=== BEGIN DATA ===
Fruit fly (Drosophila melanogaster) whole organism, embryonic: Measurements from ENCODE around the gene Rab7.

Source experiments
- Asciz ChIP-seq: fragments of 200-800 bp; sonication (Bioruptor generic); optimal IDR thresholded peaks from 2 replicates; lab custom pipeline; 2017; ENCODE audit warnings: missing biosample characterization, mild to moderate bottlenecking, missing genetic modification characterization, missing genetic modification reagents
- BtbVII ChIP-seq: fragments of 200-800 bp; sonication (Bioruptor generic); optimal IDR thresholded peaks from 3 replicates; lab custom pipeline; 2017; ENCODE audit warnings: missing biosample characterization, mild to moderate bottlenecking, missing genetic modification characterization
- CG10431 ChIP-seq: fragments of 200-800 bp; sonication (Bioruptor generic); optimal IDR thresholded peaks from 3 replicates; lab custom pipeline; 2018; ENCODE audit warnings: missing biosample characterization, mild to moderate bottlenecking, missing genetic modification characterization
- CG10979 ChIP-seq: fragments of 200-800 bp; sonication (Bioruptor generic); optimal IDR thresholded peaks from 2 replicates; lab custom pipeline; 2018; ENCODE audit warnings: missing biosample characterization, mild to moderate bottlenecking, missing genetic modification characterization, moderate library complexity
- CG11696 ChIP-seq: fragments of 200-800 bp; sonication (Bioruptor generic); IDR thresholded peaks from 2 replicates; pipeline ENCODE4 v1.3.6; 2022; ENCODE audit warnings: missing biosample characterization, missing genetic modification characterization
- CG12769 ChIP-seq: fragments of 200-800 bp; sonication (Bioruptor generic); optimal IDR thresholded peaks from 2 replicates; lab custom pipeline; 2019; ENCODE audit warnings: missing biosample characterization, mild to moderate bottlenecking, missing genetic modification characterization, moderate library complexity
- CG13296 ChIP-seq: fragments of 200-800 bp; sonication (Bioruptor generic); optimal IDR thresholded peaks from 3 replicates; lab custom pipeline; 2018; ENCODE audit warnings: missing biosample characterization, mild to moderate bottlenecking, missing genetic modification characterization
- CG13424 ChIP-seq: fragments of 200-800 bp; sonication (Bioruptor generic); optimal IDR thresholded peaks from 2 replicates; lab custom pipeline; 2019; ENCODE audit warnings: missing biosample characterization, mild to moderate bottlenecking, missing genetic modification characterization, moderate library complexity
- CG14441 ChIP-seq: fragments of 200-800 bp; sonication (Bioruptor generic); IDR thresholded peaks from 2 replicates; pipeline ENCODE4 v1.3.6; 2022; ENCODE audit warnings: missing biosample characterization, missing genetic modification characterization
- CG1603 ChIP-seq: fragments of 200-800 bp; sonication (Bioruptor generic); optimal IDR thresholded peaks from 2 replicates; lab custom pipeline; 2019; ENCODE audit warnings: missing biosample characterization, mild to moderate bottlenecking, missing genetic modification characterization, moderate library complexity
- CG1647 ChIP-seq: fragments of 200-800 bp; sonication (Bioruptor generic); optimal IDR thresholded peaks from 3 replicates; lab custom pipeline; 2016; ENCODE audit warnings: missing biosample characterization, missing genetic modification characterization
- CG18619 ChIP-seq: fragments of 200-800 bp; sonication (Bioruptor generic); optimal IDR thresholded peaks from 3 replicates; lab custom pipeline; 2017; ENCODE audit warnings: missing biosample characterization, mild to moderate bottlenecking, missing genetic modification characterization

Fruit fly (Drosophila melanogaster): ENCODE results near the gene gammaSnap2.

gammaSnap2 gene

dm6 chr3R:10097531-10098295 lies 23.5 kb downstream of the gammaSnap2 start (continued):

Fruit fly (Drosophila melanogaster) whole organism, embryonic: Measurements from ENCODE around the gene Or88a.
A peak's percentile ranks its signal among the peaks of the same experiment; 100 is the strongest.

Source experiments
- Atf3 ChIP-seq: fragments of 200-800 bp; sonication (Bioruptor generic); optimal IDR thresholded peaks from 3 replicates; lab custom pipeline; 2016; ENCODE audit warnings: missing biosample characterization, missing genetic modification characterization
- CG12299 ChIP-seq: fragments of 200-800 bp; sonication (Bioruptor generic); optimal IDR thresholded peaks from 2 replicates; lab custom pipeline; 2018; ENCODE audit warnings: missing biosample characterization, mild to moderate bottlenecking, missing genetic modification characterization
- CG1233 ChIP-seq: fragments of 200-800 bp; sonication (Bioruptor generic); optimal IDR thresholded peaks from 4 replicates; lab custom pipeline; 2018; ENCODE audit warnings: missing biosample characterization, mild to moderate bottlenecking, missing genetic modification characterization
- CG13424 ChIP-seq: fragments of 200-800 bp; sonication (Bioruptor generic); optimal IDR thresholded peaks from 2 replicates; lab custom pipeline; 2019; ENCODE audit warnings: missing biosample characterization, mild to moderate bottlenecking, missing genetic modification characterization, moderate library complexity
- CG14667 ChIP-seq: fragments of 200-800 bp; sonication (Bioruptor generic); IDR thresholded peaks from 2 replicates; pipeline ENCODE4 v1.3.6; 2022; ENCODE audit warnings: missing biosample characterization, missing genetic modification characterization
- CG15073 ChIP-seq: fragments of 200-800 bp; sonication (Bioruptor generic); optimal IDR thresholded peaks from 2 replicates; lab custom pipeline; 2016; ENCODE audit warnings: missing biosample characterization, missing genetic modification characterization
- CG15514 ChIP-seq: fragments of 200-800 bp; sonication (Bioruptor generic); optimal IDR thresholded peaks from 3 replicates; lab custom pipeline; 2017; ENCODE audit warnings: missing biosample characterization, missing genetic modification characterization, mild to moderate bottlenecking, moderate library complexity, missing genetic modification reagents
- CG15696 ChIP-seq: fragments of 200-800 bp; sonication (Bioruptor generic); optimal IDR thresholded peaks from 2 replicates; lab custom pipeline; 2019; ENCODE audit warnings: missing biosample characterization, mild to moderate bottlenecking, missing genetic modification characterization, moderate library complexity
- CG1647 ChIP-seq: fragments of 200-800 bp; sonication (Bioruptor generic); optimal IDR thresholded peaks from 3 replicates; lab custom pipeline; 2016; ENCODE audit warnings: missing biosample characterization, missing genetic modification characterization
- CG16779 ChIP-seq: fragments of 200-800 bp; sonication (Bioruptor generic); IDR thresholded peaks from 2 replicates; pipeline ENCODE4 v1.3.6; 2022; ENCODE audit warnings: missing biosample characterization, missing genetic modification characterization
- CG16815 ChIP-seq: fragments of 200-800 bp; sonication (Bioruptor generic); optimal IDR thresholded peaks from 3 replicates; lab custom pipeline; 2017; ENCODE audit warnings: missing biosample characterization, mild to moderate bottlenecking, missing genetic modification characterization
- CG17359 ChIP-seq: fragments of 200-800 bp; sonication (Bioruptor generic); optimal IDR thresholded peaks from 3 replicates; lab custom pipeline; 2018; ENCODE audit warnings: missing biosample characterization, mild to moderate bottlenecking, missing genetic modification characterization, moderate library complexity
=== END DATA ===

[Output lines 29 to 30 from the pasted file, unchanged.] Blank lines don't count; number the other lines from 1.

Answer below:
- CG1647 ChIP-seq: fragments of 200-800 bp; sonication (Bioruptor generic); optimal IDR thresholded peaks from 3 replicates; lab custom pipeline; 2016; ENCODE audit warnings: missing biosample characterization, missing genetic modification characterization
- CG16779 ChIP-seq: fragments of 200-800 bp; sonication (Bioruptor generic); IDR thresholded peaks from 2 replicates; pipeline ENCODE4 v1.3.6; 2022; ENCODE audit warnings: missing biosample characterization, missing genetic modification characterization